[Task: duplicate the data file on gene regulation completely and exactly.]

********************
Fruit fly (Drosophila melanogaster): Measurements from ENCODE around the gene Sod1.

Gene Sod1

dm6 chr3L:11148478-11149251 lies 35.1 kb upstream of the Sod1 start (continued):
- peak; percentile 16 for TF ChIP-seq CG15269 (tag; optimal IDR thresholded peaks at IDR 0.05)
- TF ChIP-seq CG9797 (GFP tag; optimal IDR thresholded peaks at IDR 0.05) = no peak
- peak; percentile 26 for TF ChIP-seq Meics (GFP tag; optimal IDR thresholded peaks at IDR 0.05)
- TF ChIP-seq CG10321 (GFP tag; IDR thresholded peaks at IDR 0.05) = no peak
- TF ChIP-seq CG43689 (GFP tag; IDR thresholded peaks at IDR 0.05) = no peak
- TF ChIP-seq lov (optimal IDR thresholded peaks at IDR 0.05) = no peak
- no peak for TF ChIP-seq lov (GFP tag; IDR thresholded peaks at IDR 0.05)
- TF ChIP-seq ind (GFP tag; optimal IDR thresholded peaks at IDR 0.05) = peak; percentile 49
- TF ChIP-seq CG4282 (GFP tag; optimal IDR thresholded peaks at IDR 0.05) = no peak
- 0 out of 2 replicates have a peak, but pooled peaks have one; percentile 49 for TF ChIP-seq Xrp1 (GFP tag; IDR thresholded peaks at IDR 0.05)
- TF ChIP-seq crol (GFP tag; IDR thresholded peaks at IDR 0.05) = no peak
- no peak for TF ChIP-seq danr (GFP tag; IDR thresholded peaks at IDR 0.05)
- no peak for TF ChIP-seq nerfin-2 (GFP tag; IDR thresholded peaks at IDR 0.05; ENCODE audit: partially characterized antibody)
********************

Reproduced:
Fruit fly (Drosophila melanogaster): Measurements from ENCODE around the gene Sod1.

Gene Sod1

dm6 chr3L:11148478-11149251 lies 35.1 kb upstream of the Sod1 start (continued):
- peak; percentile 16 for TF ChIP-seq CG15269 (tag; optimal IDR thresholded peaks at IDR 0.05)
- TF ChIP-seq CG9797 (GFP tag; optimal IDR thresholded peaks at IDR 0.05) = no peak
- peak; percentile 26 for TF ChIP-seq Meics (GFP tag; optimal IDR thresholded peaks at IDR 0.05)
- TF ChIP-seq CG10321 (GFP tag; IDR thresholded peaks at IDR 0.05) = no peak
- TF ChIP-seq CG43689 (GFP tag; IDR thresholded peaks at IDR 0.05) = no peak
- TF ChIP-seq lov (optimal IDR thresholded peaks at IDR 0.05) = no peak
- no peak for TF ChIP-seq lov (GFP tag; IDR thresholded peaks at IDR 0.05)
- TF ChIP-seq ind (GFP tag; optimal IDR thresholded peaks at IDR 0.05) = peak; percentile 49
- TF ChIP-seq CG4282 (GFP tag; optimal IDR thresholded peaks at IDR 0.05) = no peak
- 0 out of 2 replicates have a peak, but pooled peaks have one; percentile 49 for TF ChIP-seq Xrp1 (GFP tag; IDR thresholded peaks at IDR 0.05)
- TF ChIP-seq crol (GFP tag; IDR thresholded peaks at IDR 0.05) = no peak
- no peak for TF ChIP-seq danr (GFP tag; IDR thresholded peaks at IDR 0.05)
- no peak for TF ChIP-seq nerfin-2 (GFP tag; IDR thresholded peaks at IDR 0.05; ENCODE audit: partially characterized antibody)